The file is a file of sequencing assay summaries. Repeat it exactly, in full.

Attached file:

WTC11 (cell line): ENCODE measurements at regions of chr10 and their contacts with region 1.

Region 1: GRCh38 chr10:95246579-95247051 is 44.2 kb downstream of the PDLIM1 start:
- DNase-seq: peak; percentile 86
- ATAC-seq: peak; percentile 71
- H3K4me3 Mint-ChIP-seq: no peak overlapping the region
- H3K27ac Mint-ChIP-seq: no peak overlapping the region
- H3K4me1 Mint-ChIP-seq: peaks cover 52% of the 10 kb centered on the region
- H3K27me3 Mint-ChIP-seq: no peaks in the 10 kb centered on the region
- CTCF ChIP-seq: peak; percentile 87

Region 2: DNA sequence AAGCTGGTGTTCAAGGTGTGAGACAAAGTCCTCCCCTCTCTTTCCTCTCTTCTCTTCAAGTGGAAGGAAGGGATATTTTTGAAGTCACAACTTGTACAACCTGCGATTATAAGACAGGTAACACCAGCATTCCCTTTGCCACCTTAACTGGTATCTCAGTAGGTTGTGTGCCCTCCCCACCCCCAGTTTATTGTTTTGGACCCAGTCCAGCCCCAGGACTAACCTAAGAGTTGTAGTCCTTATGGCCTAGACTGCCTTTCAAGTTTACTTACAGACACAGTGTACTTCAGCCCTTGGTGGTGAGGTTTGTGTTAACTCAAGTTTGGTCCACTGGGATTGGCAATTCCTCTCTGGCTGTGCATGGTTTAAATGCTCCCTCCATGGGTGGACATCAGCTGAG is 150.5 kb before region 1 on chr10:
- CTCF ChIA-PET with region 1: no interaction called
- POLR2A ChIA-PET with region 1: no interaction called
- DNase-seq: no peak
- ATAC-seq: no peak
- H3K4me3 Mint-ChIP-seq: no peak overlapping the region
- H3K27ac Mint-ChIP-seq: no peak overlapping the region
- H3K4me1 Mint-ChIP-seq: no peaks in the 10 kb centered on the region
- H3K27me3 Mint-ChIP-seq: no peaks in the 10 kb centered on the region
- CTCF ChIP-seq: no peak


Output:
WTC11 (cell line): ENCODE measurements at regions of chr10 and their contacts with region 1.

Region 1: GRCh38 chr10:95246579-95247051 is 44.2 kb downstream of the PDLIM1 start:
- DNase-seq: peak; percentile 86
- ATAC-seq: peak; percentile 71
- H3K4me3 Mint-ChIP-seq: no peak overlapping the region
- H3K27ac Mint-ChIP-seq: no peak overlapping the region
- H3K4me1 Mint-ChIP-seq: peaks cover 52% of the 10 kb centered on the region
- H3K27me3 Mint-ChIP-seq: no peaks in the 10 kb centered on the region
- CTCF ChIP-seq: peak; percentile 87

Region 2: DNA sequence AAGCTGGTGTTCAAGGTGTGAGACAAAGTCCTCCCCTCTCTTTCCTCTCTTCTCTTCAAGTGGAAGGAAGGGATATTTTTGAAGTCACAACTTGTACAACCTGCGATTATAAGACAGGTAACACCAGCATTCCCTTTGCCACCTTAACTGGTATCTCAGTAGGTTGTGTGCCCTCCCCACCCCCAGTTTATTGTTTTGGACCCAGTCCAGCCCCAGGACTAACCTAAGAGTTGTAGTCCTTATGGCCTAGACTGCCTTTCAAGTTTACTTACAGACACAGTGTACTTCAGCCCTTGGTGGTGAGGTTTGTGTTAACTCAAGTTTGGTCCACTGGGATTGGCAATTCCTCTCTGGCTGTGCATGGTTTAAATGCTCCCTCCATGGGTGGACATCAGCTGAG is 150.5 kb before region 1 on chr10:
- CTCF ChIA-PET with region 1: no interaction called
- POLR2A ChIA-PET with region 1: no interaction called
- DNase-seq: no peak
- ATAC-seq: no peak
- H3K4me3 Mint-ChIP-seq: no peak overlapping the region
- H3K27ac Mint-ChIP-seq: no peak overlapping the region
- H3K4me1 Mint-ChIP-seq: no peaks in the 10 kb centered on the region
- H3K27me3 Mint-ChIP-seq: no peaks in the 10 kb centered on the region
- CTCF ChIP-seq: no peak